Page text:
Posted September 23, 2008 by Carl Unger
Sky-high jet fuel prices have taken a toll on airlines of all shape and size, but perhaps none have borne the brunt of astronomical fuel costs as much as the low-cost carriers. That's right, those darlings of the aviation world—JetBlue and Southwest among them—could be in serious trouble if the situation doesn't improve.
As Aviation Week points out, exorbitant fuel prices are a big problem when your entire business model is built around low fares. Throw in a need for low-cost carriers to expand quickly and capture new markets, and you have a recipe for an overextended, underfunded mess.
Which is not to say all low-cost carriers are in dire straits. Southwest, as everyone knows, was either brilliant or lucky when it hedged its fuel well below what most airlines are paying now. JetBlue, for its part, decided to delay delivery of new jets that would have drastically increased its fuel needs. And across the globe, low-cost carriers like Ryanair have cut back on capacity and grounded less-efficient planes.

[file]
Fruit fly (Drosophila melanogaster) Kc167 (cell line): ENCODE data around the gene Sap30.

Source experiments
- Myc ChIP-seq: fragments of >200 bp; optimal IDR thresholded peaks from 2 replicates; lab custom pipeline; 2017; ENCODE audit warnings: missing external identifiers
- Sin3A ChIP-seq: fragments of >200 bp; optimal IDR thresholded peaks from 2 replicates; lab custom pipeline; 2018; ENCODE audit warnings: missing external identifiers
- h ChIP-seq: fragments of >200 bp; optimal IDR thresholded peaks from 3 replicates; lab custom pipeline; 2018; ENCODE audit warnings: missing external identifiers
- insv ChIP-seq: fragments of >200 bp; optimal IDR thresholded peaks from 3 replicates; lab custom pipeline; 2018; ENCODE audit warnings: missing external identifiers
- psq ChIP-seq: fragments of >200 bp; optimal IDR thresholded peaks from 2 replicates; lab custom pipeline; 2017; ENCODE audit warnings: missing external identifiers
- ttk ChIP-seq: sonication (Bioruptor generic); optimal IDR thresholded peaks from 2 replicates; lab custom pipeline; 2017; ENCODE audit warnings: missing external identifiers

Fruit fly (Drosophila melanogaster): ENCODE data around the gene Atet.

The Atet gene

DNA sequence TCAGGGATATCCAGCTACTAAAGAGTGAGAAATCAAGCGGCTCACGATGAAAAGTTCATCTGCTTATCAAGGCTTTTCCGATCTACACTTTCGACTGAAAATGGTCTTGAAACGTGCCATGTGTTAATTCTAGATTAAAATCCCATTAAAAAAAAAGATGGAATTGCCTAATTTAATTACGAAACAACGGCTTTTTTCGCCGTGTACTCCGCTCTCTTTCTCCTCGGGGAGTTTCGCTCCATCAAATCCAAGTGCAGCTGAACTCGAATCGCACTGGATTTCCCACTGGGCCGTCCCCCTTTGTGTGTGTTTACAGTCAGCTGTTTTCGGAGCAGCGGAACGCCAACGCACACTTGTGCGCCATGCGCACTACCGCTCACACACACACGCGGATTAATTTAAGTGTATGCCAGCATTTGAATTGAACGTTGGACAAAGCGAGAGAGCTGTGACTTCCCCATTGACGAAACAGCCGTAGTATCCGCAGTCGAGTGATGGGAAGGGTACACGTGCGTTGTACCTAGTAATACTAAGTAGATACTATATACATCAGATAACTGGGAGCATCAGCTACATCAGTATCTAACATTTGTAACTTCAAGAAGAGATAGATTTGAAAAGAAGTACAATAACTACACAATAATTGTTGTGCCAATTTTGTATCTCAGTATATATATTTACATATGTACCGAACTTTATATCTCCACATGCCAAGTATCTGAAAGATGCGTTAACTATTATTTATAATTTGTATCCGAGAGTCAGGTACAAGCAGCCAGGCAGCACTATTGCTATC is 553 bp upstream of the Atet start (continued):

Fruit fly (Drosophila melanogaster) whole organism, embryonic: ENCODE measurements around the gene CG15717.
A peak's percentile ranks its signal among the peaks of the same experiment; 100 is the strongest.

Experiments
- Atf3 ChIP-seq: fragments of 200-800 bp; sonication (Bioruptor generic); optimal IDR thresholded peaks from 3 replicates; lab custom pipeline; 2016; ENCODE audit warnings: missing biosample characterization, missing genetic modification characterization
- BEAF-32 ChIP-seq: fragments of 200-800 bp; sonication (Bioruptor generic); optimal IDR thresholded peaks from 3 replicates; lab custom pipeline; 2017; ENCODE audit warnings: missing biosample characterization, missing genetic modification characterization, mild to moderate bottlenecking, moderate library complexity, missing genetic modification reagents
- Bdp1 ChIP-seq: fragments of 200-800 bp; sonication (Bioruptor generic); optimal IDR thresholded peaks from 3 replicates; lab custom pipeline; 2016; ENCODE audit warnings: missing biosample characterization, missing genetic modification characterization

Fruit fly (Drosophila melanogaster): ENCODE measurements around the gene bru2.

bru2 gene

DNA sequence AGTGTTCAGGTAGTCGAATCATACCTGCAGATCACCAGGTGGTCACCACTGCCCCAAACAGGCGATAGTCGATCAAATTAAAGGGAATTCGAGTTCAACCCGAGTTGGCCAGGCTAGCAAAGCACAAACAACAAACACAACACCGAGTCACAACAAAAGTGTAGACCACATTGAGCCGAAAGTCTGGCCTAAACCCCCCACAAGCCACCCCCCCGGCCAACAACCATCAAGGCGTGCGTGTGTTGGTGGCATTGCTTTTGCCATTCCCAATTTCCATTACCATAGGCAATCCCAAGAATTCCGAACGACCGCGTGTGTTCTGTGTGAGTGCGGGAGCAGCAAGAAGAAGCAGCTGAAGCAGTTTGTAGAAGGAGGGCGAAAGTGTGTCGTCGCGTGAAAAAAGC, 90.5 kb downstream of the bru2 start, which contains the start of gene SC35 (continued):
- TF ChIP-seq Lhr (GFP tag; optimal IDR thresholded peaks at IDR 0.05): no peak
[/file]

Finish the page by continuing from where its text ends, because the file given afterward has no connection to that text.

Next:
So will low-cost carriers survive the fuel-price fiasco? Probably not all of them. We've already lost Skybus this year, and honestly, in this financial climate, no airline can consider itself safe from potential ruin. But before panic sets in, remember that most of the airlines we rely on to fly us cheaply from point A to point B have their best minds on the problem.
(Photo: Southwest Airlines)
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